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The Once and Future Jobs

So much has been written about Steve Jobs’ passing, it almost seems futile to try.  But the outpouring of respect and grief from “the rest of us” that consumed the social networks says something important about what we need from our leaders, and what we want from our technologies.

Jobs had an amazing belief that, given excellent tools, ordinary people would do wonderful things.  He was famously tough on his staff – unwilling to compromise his standards, but willing to encourage new ideas and listen to critiques.  He challenged people to make their very best efforts, and we loved him for it.

To engage employees, as we work so hard to do, one must first believe that they want to be engaged.  Leaders do that by listening, by encouraging people to express themselves.  They don’t tolerate apathy, but point the way towards action, and cheer those who head in the right direction.

Business leaders who listen in to social media today can gain tremendous insights.  Given great communication tools, people will become engaged.  Given recognition and challenged to apply their talents, they will make great things.

Anyone who used an Apple product felt empowered.  We’ll miss Steve, but he left a little bit of his spirit in our hands.

All Hail the iPad!

I have been a Mac user most of my life.  And to any Mac devotee that comes at a cost.  (No, not the retail value, though my overpriced laptop still lasts three times as long as that other OS version.)  But what I mean is the price to defend my choice.  For in the “business” world we were the outcasts, the troublemakers, and the enfants terrible of the personal computing world.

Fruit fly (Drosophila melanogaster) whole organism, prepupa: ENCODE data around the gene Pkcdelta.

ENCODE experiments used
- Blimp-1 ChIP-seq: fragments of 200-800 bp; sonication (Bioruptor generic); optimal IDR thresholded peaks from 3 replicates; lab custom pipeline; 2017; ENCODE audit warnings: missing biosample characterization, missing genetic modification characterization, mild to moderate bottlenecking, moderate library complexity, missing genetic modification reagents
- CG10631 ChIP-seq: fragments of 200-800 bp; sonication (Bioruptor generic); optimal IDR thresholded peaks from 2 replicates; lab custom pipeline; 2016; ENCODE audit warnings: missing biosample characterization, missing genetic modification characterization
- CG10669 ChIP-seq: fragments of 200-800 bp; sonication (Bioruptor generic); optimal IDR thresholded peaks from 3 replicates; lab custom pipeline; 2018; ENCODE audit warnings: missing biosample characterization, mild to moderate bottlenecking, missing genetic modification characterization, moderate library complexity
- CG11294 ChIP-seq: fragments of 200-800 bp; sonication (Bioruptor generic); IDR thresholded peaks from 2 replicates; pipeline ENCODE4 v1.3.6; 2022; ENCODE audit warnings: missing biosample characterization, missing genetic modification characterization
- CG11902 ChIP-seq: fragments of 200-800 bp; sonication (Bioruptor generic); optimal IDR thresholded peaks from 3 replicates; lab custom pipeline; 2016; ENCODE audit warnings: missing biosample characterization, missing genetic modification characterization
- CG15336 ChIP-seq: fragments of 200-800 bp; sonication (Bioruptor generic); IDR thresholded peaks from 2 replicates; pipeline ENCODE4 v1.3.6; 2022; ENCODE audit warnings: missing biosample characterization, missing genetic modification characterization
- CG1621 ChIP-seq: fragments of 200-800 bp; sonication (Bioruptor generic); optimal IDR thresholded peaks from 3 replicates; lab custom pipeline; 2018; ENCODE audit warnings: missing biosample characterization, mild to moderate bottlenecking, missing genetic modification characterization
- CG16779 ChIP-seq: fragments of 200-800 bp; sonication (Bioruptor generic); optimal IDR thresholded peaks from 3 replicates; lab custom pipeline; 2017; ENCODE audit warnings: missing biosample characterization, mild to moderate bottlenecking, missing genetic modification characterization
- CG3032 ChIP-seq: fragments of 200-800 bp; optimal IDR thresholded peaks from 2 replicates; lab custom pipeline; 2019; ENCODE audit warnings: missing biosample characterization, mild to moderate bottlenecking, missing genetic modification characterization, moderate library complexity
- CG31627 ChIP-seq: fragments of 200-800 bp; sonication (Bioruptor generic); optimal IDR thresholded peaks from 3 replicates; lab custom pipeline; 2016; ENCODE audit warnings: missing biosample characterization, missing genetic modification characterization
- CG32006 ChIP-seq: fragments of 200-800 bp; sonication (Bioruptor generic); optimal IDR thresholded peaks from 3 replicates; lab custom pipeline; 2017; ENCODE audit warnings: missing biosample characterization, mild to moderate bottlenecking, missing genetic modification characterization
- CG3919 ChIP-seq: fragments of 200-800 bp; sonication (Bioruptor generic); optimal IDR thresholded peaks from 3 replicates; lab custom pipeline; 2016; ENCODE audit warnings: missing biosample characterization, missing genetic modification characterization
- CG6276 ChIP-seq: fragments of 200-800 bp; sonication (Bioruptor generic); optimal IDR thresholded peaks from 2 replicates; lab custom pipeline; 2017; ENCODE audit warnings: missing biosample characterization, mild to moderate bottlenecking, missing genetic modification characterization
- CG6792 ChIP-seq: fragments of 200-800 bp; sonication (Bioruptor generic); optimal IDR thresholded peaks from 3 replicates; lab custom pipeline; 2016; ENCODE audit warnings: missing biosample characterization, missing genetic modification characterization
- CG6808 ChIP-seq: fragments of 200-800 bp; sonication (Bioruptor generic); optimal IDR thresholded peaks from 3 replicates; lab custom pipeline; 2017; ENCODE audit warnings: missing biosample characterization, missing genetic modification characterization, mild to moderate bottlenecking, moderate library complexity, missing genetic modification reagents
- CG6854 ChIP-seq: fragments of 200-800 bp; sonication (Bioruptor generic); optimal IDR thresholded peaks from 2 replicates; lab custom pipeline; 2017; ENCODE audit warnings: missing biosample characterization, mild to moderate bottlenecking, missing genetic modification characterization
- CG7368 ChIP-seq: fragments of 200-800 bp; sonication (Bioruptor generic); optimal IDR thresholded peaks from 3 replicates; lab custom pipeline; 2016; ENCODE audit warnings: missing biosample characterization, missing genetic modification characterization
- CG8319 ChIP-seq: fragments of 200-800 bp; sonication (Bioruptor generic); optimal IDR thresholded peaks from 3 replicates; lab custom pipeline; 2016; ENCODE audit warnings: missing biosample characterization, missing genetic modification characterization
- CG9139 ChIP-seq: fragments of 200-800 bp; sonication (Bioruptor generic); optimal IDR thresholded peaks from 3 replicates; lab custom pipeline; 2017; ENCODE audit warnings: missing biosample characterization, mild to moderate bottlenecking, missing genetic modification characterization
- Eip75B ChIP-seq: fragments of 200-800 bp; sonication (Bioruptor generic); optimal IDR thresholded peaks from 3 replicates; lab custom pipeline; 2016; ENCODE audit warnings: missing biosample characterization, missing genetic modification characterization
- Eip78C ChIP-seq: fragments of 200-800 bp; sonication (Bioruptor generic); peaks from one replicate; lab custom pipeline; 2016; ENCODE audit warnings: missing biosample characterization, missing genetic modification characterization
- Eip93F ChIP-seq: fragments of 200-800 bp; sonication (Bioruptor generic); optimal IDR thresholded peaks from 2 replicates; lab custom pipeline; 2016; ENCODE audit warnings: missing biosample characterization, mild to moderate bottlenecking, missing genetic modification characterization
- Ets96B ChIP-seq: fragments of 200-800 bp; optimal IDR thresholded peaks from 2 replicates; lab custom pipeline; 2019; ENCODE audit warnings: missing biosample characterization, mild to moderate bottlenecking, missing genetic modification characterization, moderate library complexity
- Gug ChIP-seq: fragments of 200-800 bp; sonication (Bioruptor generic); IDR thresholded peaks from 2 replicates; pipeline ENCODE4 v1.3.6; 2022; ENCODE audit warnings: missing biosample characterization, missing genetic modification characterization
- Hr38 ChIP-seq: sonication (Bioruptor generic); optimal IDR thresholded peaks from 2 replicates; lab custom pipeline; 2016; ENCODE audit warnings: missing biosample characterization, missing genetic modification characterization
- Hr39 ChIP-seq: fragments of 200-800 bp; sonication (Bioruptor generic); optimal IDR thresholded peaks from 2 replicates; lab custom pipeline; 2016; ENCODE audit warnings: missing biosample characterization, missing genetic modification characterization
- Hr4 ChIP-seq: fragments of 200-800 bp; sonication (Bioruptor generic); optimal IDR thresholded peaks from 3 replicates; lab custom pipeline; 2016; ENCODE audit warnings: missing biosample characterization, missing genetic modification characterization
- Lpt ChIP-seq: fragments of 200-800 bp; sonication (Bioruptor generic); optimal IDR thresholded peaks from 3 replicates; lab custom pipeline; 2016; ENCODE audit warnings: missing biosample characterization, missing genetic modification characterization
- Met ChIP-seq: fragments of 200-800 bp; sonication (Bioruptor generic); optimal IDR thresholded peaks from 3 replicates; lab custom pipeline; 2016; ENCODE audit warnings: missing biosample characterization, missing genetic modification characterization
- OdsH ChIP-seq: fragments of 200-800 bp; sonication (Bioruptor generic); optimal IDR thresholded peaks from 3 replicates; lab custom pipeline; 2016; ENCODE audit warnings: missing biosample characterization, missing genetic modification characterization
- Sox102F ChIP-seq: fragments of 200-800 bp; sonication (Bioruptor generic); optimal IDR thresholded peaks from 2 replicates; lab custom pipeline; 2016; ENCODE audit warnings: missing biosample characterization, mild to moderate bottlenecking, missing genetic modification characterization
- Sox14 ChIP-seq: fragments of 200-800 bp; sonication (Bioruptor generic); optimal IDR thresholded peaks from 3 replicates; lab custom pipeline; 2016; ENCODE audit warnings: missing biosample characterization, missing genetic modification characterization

Then it happened one day.  The CFO of a major global corporation, prepping for our video shoot, revealed her latest tool: her iPad.  What is this I thought?  A business individual, a numbers person, of all things, embracing the enemy?  Is this a victory for the small guy, the rest of us? All hail the…?

Face it. Despite the worldwide acceptance of the “other” operating system as a business tool, you’ve all suffered from Mac envy.  The sleek lines, the intuitive interface, you can’t deny its appeal. And now you have an excuse to own one.  Because the iPad is rapidly becoming the most successful new business tool to be launched in decades. The consulting firm Deloitte estimates that companies will buy some 10 million tablets this year, the majority of them iPads. That’s companies! Not individuals, companies.

Apple is getting serious about the enterprise.  And Salesforce.com CEO Mark Benioff described current IT strategies as the “consumerization of IT.”  What’s good for the consumer is good for business. Does your business have a Facebook account? Wasn’t that once for college kids only?

The bottom line is: in the end it’s all about productivity.  Tablets like the iPad have a deep catalog of business apps that turn this mobile device into a real business workhorse. Companies are distributing them to sales people to take into the field to present products, track orders, videoconference and communicate quickly and easily.

And, they are cool.  Admit it, you always wanted to be on our side. Welcome.